Virginia Woolf's only autobiographical writing is to be found in this collection of five unpublished pieces. Despite Quentin Bell's comprehensive biography and numerous recent studies of her, the author's own account of her early life holds new fascination - for its unexpected detail, the strength of its emotion, and its clear-sighted judgement of Victorian values. In 'Reminiscences' Virginia Woolf focuses on the death of her mother, 'the greatest disaster that could happen', and its effect on her father, the demanding patriarch who took a high toll of the women in his household. She surveys some of the same ground in 'A Sketch of the Past', the most important memoir in this collection, which she wrote with greater detachment and supreme command of her art shortly before her death. Readers will be struck by the extent to which she drew on these early experiences for her novels, as she tells how she exorcised the obsessive presence of her mother by writing To the Lighthouse. The last three papers were composed to be read to the Memoir Club, a postwar regrouping of Bloomsbury, which exacted absolute candour of its members.
Virginia Woolf's contributions were not only bold but also original and amusing. She describes George Duckworth's passionate efforts to launch the Stephen girls; gives her own version of 'Old Bloomsbury'; and, with wit and some malice, reflects on her connections with titled society.
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(235mm x 154mm x 16mm)
Publisher: Vintage Publishing
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UK Kirkus Review »
These autobiographical pieces by Virginia Woolf interest all those who wish to know more about her life and the historical and social details reflected in her writing. They were written between 1907 and 1940, but not published until after her death. Virginia Woolf was particularly interested in autobiography, especially that written by women, and the essays in Moment of Being (a phrase taken from the final essay) are a clue to her own inner life. There are certainly some vivid accounts of some parts of her life, ranging from minute details of everyday objects and occurrences to considerations of the effect of the family and environment on the individual, the power of memory and difficulties of communication, expanding on themes found elsewhere in her work, but also illuminating more directly personal events such as her mother's death. In the first essay, addressed to her nephew, her poignant comments underline the long-term effect this had on her, yet we will not find any detailed information here on her breakdowns, or on her relationship with her husband, for example. Much here is dark and disturbing, particularly in 'Sketch of the Past', where she reflects on the damage of the early deaths of those close to her, and the difficulties of living with her father, but there are lighter touches too. The three pieces entitled 'The Memoir Club Contributions' were written to be read aloud to members of the Bloomsbury Group and are meant to entertain. They are full of mockery of self and others and many scenes have a sting in their tail. It is fascinating to see the development of Woolf's writing, from the experimental to the later accomplished work, as well as to get a glimpse of her family and her past. (Kirkus UK)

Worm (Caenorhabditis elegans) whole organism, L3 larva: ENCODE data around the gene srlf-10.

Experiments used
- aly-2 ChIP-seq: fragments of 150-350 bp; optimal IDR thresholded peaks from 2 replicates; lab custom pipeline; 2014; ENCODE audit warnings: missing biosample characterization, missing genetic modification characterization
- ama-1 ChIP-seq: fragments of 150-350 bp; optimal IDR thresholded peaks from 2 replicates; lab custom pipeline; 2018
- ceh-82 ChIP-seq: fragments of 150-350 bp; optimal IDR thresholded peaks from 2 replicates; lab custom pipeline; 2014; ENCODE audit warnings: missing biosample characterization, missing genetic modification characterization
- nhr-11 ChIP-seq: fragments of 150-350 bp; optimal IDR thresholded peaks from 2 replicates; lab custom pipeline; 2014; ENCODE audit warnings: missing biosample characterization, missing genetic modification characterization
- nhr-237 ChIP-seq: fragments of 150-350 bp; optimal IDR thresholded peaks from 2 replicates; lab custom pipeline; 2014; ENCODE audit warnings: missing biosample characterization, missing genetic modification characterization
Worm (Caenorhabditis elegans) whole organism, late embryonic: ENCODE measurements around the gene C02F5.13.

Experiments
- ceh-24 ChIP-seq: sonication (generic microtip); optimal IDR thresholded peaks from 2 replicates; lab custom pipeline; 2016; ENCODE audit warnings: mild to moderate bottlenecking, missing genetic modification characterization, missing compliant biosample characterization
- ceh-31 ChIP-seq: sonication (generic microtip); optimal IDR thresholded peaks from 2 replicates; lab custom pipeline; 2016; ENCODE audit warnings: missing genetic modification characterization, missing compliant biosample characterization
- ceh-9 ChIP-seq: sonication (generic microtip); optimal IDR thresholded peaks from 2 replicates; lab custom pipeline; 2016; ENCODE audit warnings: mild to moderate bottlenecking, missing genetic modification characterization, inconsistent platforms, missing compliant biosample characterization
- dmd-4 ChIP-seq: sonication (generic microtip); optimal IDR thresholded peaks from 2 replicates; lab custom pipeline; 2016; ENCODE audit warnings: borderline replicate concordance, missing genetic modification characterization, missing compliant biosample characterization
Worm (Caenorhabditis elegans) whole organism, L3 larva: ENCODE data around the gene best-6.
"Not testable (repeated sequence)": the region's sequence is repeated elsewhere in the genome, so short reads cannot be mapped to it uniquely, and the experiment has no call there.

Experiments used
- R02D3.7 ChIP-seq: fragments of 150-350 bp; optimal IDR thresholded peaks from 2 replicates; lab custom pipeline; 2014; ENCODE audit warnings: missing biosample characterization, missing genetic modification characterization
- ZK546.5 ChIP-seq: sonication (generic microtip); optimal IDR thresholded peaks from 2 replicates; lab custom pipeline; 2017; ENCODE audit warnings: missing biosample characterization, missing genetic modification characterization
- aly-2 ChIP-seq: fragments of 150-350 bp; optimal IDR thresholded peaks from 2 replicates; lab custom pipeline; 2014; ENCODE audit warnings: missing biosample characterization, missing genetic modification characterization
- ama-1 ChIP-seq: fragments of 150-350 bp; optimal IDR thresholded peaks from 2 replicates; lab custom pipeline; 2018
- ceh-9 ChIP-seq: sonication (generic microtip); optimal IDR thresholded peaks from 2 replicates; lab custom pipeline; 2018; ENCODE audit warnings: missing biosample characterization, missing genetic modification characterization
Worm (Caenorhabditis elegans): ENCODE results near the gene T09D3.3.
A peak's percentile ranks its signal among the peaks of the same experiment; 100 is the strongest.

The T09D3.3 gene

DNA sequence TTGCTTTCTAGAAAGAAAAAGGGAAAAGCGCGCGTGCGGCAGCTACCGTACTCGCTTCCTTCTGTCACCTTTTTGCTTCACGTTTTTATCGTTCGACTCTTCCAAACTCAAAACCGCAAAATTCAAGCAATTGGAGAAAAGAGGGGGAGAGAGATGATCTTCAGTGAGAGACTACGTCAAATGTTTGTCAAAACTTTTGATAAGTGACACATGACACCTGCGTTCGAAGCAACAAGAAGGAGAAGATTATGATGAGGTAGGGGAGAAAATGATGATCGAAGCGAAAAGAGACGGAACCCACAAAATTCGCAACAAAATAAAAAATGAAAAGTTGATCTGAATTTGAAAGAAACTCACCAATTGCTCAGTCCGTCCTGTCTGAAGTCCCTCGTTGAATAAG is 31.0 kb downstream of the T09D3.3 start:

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Author Biography - Virginia Woolf
Virginia Woolf was born in London in 1882, the daughter of Sir Leslie Stephen, first editor of The Dictionary of National Biography. After his death in 1904 Virginia and her sister, the painter Vanessa Bell, moved to Bloomsbury and became the centre of 'The Bloomsbury Group'. This informal collective of artists and writers which included Lytton Strachey and Roger Fry, exerted a powerful influence over early twentieth-century British culture. In 1912 Virginia married Leonard Woolf, a writer and social reformer. Three years later, her first novel The Voyage Out was published, followed by Night and Day (1919) and Jacob's Room (1922). These first novels show the development of Virginia Woolf's distinctive and innovative narrative style. It was during this time that she and Leonard Woolf founded The Hogarth Press with the publication of the co-authored Two Stories in 1917, hand-printed in the dining room of their house in Surrey. Between 1925 and 1931 Virginia Woolf produced what are now regarded as her finest masterpieces, from Mrs Dalloway (1925) to the poetic and highly experimental novel The Waves (1931). She also maintained an astonishing output of literary criticism, short fiction, journalism and biography, including the playfully subversive Orlando (1928) and A Room of One's Own (1929) a passionate feminist essay. This intense creative productivity was often matched by periods of mental illness, from which she had suffered since her mother's death in 1895. On 28 March 1941, a few months before the publication of her final novel, Between the Acts, Virginia Woolf committed suicide.